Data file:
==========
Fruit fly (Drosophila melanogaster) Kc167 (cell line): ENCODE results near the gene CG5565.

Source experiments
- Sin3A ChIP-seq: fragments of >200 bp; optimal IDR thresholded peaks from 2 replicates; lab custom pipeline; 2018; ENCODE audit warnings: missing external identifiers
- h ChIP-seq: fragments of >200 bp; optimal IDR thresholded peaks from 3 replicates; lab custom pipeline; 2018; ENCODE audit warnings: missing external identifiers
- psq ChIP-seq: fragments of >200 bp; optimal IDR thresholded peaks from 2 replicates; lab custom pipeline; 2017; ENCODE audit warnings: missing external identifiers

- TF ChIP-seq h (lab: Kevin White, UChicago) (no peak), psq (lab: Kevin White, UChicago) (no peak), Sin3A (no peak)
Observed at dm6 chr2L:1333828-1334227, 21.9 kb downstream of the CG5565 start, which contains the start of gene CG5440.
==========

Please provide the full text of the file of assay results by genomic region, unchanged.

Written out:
Fruit fly (Drosophila melanogaster) Kc167 (cell line): ENCODE results near the gene CG5565.

Source experiments
- Sin3A ChIP-seq: fragments of >200 bp; optimal IDR thresholded peaks from 2 replicates; lab custom pipeline; 2018; ENCODE audit warnings: missing external identifiers
- h ChIP-seq: fragments of >200 bp; optimal IDR thresholded peaks from 3 replicates; lab custom pipeline; 2018; ENCODE audit warnings: missing external identifiers
- psq ChIP-seq: fragments of >200 bp; optimal IDR thresholded peaks from 2 replicates; lab custom pipeline; 2017; ENCODE audit warnings: missing external identifiers

- TF ChIP-seq h (lab: Kevin White, UChicago) (no peak), psq (lab: Kevin White, UChicago) (no peak), Sin3A (no peak)
Observed at dm6 chr2L:1333828-1334227, 21.9 kb downstream of the CG5565 start, which contains the start of gene CG5440.